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EDITORIAL article

Front. Vet. Sci., 01 March 2024
Sec. Animal Reproduction - Theriogenology
Volume 11 - 2024 | https://doi.org/10.3389/fvets.2024.1355376

Editorial: Animal reproduction under extreme environments

  • 1Facultad de Ciencias Veterinarias y Pecuarias, Universidad de Chile, Santiago, Chile
  • 2Facultad de Ciencias Agronómicas, Universidad de Chile, Santiago, Chile
  • 3Facultad de Veterinaria, Universidad Cardenal Herrera-CEU, CEU Universities, Valencia, Spain

Editorial on the Research Topic
Animal reproduction under extreme environments

Population growth is exerting a significant influence on both the expansion of human settlements and the need to produce more food and energy. This has led to an increased demand for cultivable lands, either for production of vegetal foods or biomass for energy production. Consequently, there is a heightened pressure on animals, especially livestock, to be relocated to territories with harsh environmental conditions, where agriculture may be impractical and sustaining human and animal life becomes more challenging. On the other hand, poor rural populations, who are important owners of farm animals, usually live in marginal territories and, in general, depend on their animals as the main source of food and income. Therefore, under this scenario, a better understanding of how the exposure of animals to different extreme environmental conditions (cold, heat, wind, hypoxia, poor nutritional resources, among others) affects their reproductive process becomes crucial, as reproduction success is one of the bases of animal production and settlement.

In line with these challenges, our Research Topic contemplates a topic of vital importance for professionals advising farm animal owners or livestock policymakers. Notably, an interesting contribution to our Research Topic was a work done on swamp water buffaloes, a species playing a pivotal role in the agricultural economies of subtropical countries in Southeast Asia, providing meat, milk, leather, and draft power. In these animals, reproductive activity decreases during the months of longer photoperiod, associated with heat stress. On the contrary, during the months of short photoperiod, where environmental temperature decreases and melatonin concentrations are higher, various reproductive parameters improve. The authors tested the effects of the administration of melatonin during heat stress season, administered by i.m. injection, 1 day before or on days−3,−2 and−1 of the start of an Ovsynch protocol to synchronize the estrus of multiparous buffaloes, on variables associated with ovarian activity and fertility after artificial insemination, as well as on traits of the milk quality and the immunological status. Interestingly, the results showed that the administration of a dose of melatonin improved follicular growth, ovulatory rate and estrous response. Additionally, melatonin, in both forms of administration, increased pregnancy rate and plasma concentration of IgM, and decreased the count of somatic cells in milk. The authors concluded that the administration of melatonin at the beginning of synchronization protocols is a good tool to improve reproduction and health aspects of milk in swamp water buffaloes during the low breeding season (details in Abulaiti, Nawaz et al.).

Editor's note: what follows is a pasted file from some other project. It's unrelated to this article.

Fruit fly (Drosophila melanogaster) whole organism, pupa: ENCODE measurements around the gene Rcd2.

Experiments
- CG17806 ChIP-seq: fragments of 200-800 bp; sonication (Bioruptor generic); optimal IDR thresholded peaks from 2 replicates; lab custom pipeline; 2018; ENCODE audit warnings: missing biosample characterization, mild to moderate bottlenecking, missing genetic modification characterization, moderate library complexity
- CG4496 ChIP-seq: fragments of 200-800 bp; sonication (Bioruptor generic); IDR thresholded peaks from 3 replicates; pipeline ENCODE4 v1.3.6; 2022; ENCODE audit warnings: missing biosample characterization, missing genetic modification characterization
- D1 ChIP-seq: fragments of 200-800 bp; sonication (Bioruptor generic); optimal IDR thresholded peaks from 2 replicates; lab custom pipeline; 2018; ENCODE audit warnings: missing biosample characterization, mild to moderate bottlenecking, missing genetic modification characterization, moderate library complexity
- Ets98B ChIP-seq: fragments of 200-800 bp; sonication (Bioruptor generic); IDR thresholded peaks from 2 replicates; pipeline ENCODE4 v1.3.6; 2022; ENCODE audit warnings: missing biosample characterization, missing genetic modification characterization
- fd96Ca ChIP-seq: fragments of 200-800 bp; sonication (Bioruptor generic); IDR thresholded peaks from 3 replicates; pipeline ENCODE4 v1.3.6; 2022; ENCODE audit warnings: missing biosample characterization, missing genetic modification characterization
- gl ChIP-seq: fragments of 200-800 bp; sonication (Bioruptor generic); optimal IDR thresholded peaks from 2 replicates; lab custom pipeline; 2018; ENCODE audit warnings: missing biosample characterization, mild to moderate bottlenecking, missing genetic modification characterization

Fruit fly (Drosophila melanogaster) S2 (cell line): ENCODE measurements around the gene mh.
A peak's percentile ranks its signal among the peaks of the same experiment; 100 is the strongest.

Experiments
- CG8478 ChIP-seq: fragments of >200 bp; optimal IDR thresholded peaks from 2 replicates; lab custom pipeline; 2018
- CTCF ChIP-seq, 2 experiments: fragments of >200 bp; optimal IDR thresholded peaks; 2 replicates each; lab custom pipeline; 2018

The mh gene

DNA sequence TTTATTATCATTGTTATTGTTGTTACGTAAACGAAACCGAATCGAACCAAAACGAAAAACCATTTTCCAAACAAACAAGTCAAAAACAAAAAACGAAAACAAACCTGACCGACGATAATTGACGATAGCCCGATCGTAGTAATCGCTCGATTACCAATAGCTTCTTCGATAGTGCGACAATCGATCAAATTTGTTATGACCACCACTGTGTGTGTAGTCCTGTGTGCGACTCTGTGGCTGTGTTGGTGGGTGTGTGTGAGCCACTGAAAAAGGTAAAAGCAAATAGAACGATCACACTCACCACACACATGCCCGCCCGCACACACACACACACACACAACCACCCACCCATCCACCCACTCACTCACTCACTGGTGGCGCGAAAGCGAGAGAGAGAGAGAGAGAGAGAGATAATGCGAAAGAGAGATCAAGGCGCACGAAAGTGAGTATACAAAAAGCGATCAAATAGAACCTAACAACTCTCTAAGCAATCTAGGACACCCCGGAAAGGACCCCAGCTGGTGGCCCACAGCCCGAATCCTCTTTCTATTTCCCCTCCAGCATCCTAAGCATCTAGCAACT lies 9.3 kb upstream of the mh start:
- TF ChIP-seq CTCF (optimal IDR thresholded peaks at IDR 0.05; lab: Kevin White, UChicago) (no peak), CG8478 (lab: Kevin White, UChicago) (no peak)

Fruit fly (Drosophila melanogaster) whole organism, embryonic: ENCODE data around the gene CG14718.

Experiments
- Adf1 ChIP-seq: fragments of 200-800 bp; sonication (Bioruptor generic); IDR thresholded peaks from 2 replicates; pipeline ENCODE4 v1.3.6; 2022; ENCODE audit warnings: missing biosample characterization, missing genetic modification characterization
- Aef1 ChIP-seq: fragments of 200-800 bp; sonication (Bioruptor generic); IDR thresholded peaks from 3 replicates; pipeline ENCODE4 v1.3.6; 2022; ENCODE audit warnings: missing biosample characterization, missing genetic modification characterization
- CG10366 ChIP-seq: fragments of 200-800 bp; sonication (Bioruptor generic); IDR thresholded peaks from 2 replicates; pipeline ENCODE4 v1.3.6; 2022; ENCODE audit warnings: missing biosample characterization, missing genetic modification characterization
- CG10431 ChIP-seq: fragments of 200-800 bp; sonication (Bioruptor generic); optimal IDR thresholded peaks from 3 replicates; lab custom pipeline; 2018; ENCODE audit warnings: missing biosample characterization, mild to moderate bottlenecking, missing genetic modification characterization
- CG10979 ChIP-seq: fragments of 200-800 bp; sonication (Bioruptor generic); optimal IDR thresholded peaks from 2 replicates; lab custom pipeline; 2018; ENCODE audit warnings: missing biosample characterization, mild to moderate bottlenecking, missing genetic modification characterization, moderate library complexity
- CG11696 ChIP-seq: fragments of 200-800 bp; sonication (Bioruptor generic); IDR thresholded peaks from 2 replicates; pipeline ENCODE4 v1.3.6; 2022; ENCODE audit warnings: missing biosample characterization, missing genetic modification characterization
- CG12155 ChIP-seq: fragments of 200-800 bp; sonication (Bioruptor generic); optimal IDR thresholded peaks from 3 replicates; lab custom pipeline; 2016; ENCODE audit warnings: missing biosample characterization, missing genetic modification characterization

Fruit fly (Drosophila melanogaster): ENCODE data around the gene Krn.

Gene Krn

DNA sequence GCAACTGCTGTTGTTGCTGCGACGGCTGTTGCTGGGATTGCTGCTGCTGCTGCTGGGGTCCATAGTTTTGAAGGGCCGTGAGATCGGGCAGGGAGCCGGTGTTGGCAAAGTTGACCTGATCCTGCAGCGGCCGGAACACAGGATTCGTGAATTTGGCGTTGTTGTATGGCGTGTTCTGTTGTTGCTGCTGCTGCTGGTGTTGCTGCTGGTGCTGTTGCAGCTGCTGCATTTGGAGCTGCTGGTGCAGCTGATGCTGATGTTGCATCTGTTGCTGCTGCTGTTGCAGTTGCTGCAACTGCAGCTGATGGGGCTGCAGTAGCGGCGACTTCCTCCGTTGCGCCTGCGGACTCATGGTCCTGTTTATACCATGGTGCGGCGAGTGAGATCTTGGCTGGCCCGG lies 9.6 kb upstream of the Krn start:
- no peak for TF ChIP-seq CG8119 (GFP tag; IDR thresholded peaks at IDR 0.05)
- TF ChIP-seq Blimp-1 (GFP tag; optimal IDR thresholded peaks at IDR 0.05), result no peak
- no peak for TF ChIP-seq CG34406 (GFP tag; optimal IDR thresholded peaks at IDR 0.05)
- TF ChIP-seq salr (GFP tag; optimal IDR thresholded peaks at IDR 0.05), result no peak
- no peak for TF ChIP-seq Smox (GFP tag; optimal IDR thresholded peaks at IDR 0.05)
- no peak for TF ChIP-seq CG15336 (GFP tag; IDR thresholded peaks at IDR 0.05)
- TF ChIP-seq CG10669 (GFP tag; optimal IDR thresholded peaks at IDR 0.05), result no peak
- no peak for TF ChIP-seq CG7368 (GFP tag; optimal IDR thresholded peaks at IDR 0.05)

Another interesting contribution to our Research Topic discusses the importance of embryonic losses after artificial insemination with various heat synchronization protocols, as a main cause of reduced fertility during the low reproductive seasons in crossbreed buffaloes. These losses seem to be associated with a deficiency in P4 concentrations, so in this article it was proposed to improve progestational competence through the strategic application of different doses of GnRH on day 20 after AI. The results showed that the application of 200 μg of GnRH favored the development of the corpus luteum and, as a consequence, the plasma concentrations of P4. Although no significant differences were detected between animals without GnRH or with lower doses of the hormone, buffaloes that received 200 μg of GnRH presented higher absolute value of pregnancy rate and lower embryo-fetal losses until day 90 after AI. The authors suggested that this hormonal therapy can be a good tool to improve the fertility of buffaloes during the season of low reproductive efficiency. However, further studies are needed to confirm these preliminary results (details in Abulaiti, Naseer et al.).